Looking for a salad but something a bit different? Try the Roasted Artichoke and Kale Salad and you won’t be disappointed. A beautifully composed dish of baby arugula, artichokes, kale, mixed greens, cucumbers, cherry tomatoes, sunflower seeds, blended together with a light lemon balsamic dressing.
Roasted Artichoke and Kale Salad

For my entree, I chose the grilled lamb chops. Although they were cooked slightly more than my requested medium-rare, they were seasoned perfectly, and served with a delicious black garlic roasted eggplant puree, a bit of harissa sauce, and a delightful side of fresh mint, arugula and parsley.

Chef Alp does double duty as Zeugma’s pastry chef, and wowed us with what’s known as “Z-Chef Special.” You can definitely see how his experience in Paris has influenced him here. He takes delicate French meringue, whips pastry cream with strawberries, and plates it on a gorgeous lake of raspberry sauce. 

As if that wasn’t enough, he brought us a delectable warm, dark chocolate fudge brownie topped with pistachio gelato and crushed pistachio. And then, the pièce de résistance a beautiful poached pear soaked in a spiced red wine with “floss” halvah, vanilla bean gelato, in a sangria reduction! Magnifique!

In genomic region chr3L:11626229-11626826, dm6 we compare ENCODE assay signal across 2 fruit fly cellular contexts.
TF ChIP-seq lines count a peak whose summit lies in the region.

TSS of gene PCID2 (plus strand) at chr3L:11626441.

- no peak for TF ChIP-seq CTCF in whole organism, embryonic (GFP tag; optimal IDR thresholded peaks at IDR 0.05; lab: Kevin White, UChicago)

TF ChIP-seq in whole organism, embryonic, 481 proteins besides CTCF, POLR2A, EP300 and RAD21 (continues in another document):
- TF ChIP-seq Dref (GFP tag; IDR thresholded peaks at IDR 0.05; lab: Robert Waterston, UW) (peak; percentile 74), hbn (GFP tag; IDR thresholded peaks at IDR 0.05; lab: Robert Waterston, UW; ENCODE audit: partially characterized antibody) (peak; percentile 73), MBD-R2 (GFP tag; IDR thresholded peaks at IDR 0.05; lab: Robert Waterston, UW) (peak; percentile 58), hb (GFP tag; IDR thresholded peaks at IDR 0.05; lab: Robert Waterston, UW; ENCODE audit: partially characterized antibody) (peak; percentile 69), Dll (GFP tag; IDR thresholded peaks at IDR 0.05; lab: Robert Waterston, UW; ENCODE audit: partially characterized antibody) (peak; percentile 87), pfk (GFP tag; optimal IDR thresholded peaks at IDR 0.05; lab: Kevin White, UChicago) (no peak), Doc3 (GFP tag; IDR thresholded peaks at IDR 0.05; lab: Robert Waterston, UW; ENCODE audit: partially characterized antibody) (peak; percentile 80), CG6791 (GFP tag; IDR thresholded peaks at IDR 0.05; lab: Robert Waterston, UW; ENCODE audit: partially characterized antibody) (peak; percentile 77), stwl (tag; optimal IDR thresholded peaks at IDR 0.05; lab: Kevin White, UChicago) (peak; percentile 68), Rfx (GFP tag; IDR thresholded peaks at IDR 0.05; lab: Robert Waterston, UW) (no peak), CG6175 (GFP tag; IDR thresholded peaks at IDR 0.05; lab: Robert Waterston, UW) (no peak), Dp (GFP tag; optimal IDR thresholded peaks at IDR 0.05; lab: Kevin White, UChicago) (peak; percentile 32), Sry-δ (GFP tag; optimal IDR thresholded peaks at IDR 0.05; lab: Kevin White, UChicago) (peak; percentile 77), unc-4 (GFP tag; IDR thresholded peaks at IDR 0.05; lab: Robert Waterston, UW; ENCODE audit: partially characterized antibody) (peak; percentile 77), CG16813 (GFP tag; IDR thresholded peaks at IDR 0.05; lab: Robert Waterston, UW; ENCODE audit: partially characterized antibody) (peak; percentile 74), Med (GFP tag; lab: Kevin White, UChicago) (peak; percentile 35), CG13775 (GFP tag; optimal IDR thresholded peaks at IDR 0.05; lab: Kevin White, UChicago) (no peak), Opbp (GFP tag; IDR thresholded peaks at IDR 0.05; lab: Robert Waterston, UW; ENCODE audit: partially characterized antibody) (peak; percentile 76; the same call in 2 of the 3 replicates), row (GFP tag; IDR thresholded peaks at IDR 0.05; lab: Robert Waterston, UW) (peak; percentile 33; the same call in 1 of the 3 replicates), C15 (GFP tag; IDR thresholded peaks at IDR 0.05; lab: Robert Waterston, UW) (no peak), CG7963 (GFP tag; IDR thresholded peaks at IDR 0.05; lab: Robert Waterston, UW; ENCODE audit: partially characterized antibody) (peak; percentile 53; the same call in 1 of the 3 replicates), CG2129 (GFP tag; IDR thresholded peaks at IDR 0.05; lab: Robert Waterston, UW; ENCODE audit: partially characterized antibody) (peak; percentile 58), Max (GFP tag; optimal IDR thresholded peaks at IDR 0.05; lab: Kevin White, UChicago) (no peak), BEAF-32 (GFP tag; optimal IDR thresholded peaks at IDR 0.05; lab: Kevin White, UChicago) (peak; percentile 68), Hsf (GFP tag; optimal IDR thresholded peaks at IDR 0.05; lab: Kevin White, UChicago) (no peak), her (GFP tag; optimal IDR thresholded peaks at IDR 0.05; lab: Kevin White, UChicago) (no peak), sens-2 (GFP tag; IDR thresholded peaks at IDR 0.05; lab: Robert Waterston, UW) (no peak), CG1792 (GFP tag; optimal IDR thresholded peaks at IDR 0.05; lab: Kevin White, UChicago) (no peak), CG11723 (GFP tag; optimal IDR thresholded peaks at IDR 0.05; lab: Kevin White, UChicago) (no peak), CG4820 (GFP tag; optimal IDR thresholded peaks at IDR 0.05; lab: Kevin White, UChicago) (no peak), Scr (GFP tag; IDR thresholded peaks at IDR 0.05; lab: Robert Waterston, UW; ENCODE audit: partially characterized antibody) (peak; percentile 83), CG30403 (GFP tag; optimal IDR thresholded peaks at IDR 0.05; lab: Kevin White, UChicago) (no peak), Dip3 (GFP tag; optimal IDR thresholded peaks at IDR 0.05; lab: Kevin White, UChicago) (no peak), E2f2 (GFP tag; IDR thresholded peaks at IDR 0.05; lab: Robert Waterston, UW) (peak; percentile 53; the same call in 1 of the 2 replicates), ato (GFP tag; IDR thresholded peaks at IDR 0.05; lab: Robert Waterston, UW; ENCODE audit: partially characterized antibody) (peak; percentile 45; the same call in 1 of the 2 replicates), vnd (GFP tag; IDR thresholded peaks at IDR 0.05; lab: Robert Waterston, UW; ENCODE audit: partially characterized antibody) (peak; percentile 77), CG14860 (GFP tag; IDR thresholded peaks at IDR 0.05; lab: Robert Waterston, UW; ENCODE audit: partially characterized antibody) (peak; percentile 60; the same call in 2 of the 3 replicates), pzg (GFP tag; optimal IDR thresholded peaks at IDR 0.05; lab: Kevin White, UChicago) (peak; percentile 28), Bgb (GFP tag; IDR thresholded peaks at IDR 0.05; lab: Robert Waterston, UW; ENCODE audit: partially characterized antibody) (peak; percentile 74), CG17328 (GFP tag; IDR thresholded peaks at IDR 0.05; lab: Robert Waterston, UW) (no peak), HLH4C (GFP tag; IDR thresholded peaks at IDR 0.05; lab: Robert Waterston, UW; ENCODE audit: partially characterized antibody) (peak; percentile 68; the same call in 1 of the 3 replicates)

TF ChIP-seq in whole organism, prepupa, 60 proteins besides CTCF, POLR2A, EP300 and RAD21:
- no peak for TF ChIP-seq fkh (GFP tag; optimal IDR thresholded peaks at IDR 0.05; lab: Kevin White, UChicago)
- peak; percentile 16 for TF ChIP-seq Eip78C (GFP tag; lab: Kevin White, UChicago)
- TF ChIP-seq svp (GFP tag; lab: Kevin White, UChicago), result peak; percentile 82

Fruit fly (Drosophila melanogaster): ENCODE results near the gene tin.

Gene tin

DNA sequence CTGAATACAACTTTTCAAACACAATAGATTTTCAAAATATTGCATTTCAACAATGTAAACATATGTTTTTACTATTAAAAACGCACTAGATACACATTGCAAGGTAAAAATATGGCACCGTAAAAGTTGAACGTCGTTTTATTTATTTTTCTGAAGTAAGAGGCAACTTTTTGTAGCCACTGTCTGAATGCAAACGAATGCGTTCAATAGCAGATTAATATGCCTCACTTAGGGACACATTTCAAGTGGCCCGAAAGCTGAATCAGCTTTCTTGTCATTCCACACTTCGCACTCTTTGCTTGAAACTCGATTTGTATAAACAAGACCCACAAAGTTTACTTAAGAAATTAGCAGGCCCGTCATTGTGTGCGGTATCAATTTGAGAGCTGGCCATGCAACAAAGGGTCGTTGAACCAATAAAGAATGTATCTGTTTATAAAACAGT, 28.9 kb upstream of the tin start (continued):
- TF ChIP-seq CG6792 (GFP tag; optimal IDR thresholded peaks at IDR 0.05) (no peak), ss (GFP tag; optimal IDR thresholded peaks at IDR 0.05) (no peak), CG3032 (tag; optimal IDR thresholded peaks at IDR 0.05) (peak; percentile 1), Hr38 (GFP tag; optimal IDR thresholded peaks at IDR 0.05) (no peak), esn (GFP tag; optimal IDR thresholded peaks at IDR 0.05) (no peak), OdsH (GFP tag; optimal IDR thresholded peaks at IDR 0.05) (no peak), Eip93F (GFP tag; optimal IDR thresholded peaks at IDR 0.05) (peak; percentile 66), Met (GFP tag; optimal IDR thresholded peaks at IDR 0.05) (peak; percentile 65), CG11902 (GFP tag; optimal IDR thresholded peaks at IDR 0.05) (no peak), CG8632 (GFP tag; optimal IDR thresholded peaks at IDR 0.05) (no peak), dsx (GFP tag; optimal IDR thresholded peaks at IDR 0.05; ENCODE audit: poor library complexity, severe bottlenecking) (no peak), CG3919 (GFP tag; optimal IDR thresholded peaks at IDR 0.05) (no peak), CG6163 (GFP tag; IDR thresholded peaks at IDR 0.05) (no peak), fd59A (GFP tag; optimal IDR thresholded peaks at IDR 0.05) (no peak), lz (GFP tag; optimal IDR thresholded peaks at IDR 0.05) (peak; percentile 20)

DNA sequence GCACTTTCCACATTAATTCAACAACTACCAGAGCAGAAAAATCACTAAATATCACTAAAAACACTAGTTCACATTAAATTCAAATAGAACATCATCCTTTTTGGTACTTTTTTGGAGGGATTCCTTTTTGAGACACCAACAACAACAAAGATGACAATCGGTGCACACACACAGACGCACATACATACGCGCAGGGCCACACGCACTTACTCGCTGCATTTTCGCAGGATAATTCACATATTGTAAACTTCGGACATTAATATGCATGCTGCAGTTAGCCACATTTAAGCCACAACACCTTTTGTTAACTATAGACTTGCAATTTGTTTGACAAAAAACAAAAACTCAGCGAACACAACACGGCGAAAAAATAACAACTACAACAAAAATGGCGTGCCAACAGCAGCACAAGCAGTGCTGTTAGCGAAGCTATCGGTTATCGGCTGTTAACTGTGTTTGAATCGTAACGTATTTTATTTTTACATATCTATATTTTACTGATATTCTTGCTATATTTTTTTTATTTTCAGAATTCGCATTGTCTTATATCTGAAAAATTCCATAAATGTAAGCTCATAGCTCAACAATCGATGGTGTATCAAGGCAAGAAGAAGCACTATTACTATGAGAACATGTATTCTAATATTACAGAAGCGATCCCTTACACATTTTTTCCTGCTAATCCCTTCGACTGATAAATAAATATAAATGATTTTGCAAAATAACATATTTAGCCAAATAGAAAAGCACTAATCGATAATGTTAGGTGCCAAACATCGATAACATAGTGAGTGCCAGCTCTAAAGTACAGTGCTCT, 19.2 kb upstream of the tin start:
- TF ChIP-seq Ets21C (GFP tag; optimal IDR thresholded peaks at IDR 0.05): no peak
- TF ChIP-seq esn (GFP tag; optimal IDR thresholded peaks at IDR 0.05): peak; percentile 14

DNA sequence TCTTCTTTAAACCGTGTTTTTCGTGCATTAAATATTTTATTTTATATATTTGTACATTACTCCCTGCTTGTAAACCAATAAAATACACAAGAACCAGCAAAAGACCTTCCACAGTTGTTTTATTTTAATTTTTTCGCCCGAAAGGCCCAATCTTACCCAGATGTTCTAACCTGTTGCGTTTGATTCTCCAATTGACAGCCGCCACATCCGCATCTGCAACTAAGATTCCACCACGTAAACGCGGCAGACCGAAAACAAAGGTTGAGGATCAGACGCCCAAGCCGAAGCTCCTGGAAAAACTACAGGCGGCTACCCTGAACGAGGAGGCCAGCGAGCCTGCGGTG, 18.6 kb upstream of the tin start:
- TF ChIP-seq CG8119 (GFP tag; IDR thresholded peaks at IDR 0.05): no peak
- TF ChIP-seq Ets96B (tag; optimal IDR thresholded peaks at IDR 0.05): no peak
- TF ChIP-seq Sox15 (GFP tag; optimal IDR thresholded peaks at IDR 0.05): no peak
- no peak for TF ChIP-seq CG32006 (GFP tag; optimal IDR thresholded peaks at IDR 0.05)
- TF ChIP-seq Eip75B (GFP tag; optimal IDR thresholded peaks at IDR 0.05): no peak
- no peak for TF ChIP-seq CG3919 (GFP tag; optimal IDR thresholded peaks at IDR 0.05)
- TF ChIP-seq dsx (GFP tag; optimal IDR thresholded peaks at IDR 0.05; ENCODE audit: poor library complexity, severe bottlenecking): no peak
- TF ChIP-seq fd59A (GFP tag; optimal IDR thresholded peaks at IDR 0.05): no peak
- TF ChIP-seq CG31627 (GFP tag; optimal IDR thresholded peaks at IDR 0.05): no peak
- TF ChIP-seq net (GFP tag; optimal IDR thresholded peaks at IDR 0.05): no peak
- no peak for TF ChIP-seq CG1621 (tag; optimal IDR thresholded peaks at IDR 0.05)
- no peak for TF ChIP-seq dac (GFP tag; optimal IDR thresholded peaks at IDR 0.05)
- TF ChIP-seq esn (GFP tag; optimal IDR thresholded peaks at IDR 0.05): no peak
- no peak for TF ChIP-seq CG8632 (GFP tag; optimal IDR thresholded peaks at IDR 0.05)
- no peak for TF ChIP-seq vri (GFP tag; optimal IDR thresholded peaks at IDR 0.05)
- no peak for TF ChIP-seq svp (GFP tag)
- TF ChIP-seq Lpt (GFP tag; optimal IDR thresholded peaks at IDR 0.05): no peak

I loved that much of Zeugma’s menu is designed for sharing. Take advantage of the menu sections labeled “mezzes” (small appetizers) and “in the middle,” (slightly larger plates) and craft your very own Mediterranean feast.

To re-confirm my original sentiment of “Get yourself to this place!” a couple of weeks later I went back anonymously. And I’m happy to report that the food and service were just as good as I originally experienced. 

Zeugma is BYO but is also a retailer for California’s Domenico Winery, selling both full and half bottles (no wine by the glass).

They are open for lunch Monday-Friday, dinner every day, and brunch Saturday and Sunday.

Zeugma Mediterranean Grill
44 South Park Street

Hours and menu items subject to change.